The FAA, in its initial response to this recommendation, stated that there might be hardware and fleet compatibility issues and cost implications for some operators which it would need to understand before responding substantively. It undertook to provide an updated response by December 2018.

The AAIB classified this response as: Superceded.

Safety Recommendation 2017-017

It is recommended that The Boeing Company promulgates to all 737 operators the information contained within this Special Bulletin and reminds them of previous similar occurrences reported in the Boeing 737 Flight Crew Operations Manual Bulletin dated December 2014.

On 13 July 2018, Boeing issued a Multi Operator Message which described the potential for FMC OAT entry errors referring to this, and other serious incidents. The message also reminded operators of the associated service bulletins recommending the installation of revision U12.0 of the FMS OPS software and BP15 update of the CDS1. The message reminded operators that the final compliance date for the recommended action was 10 January 2019.

The AAIB classified this response as: Adequate – Closed.

The following Safety Recommendation is made in this report, which supersedes Safety Recommendation 2017-016:

Safety Recommendation 2018-012

It is recommended that the Federal Aviation Administration mandate the use of Flight Management Computer OPS software revision U12.0, or later, and the Common Display System Block Point 15 update where this is required, to enable the outside air temperature crosscheck on all applicable Boeing 737 aircraft.

The following additional Safety Recommendations are made in this report:

Safety Recommendation 2018-013

It is recommended that Boeing Commercial Airplanes give guidance to operators of Boeing 737 aircraft on how they might verify the FMC-calculated value of N1 against an independently‑calculated value.

Safety Recommendation 2018-014

It is recommended that the European Aviation Safety Agency, in conjunction with the Federal Aviation Administration, sponsor the development of technical specifications and, subsequently, develop certification standards for a Takeoff Acceleration Monitoring System which will alert the crew of an aircraft to abnormally low acceleration during takeoff.

Safety Recommendation 2018-015

It is recommended that the International Civil Aviation Organization note the conclusions of this report and introduce provisions addressing Takeoff Acceleration Monitoring Systems.

Safety Action

This report presents the following safety action:

Safety Action by the aircraft operator

As a result of the initial findings of this investigation into this serious incident the aircraft operator began a programme of upgrading their fleet of B737s to FMC Update 13 and CDU BP15 in order that the OAT alerting function would be available. They also updated their EFB software to display N1 and included a crosscheck of this figure in their SOPs.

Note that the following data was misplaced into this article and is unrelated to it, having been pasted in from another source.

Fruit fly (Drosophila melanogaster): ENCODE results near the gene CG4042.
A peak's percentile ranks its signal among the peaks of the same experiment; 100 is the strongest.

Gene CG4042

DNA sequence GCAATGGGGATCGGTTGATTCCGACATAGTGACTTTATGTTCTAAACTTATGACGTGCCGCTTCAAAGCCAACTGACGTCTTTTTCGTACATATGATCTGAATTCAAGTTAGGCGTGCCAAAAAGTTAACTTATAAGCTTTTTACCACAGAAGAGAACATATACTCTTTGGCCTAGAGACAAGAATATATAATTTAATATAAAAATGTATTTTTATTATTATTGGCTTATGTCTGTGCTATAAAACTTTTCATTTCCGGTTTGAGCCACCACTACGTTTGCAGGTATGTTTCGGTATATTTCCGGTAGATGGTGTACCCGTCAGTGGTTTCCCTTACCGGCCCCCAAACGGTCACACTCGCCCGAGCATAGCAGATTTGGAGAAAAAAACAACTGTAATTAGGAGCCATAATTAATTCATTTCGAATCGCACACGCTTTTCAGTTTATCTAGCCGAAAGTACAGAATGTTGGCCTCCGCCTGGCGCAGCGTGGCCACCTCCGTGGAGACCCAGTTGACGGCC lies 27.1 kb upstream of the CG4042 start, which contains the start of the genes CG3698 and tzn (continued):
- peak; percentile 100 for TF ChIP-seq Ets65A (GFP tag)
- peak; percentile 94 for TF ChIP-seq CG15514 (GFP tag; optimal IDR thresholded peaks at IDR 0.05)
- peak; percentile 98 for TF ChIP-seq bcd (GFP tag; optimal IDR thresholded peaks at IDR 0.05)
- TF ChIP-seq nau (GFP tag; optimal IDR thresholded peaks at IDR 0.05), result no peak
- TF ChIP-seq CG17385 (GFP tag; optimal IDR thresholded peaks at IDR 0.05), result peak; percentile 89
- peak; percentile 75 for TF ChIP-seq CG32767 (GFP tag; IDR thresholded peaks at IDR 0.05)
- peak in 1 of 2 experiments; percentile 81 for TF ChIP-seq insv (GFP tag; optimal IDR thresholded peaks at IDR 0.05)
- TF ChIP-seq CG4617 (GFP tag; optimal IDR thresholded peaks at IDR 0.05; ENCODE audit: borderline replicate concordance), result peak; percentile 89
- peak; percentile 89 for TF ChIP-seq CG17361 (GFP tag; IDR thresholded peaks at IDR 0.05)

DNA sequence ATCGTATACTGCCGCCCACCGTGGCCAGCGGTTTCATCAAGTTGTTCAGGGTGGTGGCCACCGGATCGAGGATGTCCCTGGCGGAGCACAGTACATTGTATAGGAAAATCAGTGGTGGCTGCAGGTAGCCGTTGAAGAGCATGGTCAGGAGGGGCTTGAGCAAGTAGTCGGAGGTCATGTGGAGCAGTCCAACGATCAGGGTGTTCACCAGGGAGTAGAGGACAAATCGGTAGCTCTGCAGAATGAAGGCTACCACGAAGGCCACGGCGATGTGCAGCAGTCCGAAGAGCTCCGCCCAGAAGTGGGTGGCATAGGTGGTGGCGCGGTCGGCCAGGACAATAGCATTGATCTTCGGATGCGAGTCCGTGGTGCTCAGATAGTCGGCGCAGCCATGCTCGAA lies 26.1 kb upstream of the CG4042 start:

Safety Action by the UK CAA

After this serious incident, the CAA amended MATS Part 1 such that the senior controllers at ATSUs providing air traffic services at an aerodrome are required to notify the AAIB by telephone as part of their initial reporting actions following an aircraft accident or serious incident. The CAA also amended CAP 797, Flight Information Service Officer Manual, to require air traffic services personnel to notify the AAIB by telephone as part of their initial reporting actions following an aircraft accident or serious incident. In addition to the action above, a link to Regulation (EU) 996/2010 was put into MATS Part 1 and CAP 797 pointing to typical examples of what are likely to be classified as serious incidents.

 

Special Bulletin S2/2017

Introduction

On 21 July 2017 at 1539 hrs, C-FWGH took off from Belfast International Airport with a thrust setting which was significantly below that required for the conditions of the day. Preliminary evidence indicated that, after the aircraft lifted off from the runway, one of the aircraft tyres struck a runway approach light, which was 35 cm high and 29 m beyond the end of the runway.

The event was not reported to the AAIB by the aircraft commander, aircraft operator or the tour operator on behalf of which the flight was being undertaken, although it was reported to the Transportation Safety Board in Canada by the aircraft operator. At 2053 hrs on 21 July 2017, ATC personnel at the airport filed a Mandatory Occurrence Report (MOR) and sent a signal using NATS’s Aeronautical Fixed Telecommunications Network (AFTN), and the AAIB was one of the addressees on the signal. This system is only monitored by the AAIB during office hours and the message was not read until 0713 hrs on 24 July 2017 at which time an investigation was begun. The delay introduced by these circumstances meant that Flight Data Recorder (FDR), Cockpit Voice Recorder (CVR) and other recorded data sources were unavailable to the investigation.

This Special Bulletin contains preliminary information on this serious incident, clarification about the reporting of accidents and serious incidents and two Safety Recommendations relating to Flight Management Computer (FMC) software updates.

History of the flight: